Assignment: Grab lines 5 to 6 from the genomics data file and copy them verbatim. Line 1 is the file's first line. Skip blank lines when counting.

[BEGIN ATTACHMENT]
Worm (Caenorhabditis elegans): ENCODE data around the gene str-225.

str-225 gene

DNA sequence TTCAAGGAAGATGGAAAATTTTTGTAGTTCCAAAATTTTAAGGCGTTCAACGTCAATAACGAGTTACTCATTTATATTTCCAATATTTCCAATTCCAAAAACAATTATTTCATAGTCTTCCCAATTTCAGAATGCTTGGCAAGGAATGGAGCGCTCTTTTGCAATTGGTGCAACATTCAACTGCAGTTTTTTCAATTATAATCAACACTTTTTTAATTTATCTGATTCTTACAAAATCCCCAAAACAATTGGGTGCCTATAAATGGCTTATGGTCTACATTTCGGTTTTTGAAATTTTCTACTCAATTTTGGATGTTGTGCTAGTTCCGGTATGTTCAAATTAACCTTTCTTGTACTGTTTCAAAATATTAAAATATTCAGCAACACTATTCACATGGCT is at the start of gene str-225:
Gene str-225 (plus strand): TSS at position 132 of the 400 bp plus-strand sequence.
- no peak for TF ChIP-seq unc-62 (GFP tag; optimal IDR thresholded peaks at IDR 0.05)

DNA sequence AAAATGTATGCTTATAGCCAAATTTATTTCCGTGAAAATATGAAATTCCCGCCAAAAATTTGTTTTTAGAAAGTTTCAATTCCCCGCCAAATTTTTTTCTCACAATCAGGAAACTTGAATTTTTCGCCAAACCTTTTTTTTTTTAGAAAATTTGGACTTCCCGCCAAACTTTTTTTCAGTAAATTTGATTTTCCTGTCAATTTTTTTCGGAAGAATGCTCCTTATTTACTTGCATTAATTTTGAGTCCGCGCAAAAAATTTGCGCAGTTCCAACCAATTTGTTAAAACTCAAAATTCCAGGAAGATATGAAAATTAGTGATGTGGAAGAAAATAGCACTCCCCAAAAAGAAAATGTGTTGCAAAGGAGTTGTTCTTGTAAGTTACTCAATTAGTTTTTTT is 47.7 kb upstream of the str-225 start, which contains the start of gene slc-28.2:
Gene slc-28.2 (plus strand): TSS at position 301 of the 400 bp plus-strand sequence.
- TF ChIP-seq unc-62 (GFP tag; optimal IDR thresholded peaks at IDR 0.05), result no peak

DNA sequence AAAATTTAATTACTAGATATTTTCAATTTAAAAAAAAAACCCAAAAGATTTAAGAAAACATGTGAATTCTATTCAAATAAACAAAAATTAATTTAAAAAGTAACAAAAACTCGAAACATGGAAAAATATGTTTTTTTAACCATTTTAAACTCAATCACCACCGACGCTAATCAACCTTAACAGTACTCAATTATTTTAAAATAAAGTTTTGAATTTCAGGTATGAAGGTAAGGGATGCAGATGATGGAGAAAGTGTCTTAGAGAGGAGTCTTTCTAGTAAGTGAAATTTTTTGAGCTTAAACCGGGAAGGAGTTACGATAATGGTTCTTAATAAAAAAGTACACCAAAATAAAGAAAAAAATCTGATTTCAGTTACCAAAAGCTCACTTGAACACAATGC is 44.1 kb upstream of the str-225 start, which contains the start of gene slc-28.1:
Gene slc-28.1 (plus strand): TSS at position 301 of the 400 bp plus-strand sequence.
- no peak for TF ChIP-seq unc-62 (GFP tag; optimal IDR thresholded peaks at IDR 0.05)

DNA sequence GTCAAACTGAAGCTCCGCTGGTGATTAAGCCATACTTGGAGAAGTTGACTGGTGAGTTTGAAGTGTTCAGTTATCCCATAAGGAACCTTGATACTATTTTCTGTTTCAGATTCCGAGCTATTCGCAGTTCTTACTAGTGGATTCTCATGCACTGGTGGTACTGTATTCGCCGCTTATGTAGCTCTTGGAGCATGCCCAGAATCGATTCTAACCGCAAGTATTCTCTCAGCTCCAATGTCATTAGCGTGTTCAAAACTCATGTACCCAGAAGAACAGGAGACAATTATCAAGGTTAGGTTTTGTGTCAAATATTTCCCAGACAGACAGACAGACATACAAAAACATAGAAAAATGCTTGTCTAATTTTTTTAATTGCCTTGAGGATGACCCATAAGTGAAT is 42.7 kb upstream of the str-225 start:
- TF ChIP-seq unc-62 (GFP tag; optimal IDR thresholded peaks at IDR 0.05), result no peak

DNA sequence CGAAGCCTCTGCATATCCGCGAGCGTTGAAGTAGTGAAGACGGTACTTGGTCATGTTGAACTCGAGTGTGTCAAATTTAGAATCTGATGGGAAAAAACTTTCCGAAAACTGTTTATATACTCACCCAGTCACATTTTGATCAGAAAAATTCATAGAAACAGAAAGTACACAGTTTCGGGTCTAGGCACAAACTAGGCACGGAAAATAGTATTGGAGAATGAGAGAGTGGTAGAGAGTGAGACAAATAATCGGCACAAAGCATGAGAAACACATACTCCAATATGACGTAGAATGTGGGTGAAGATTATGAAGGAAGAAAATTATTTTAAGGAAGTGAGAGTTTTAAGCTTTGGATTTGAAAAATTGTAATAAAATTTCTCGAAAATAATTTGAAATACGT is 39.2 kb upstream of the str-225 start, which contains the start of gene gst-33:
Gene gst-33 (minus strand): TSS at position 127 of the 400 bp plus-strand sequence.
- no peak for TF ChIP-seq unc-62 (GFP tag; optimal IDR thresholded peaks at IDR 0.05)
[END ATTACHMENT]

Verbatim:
- no peak for TF ChIP-seq unc-62 (GFP tag; optimal IDR thresholded peaks at IDR 0.05)

DNA sequence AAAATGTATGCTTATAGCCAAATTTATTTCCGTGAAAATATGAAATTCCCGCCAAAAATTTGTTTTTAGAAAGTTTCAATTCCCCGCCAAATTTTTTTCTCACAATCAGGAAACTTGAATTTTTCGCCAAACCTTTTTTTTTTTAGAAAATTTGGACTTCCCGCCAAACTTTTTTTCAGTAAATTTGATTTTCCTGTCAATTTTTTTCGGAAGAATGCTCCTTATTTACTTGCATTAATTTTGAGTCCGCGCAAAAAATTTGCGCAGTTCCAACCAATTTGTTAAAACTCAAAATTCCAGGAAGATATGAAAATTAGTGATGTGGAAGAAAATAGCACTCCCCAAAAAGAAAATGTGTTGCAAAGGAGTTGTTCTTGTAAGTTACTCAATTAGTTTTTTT is 47.7 kb upstream of the str-225 start, which contains the start of gene slc-28.2: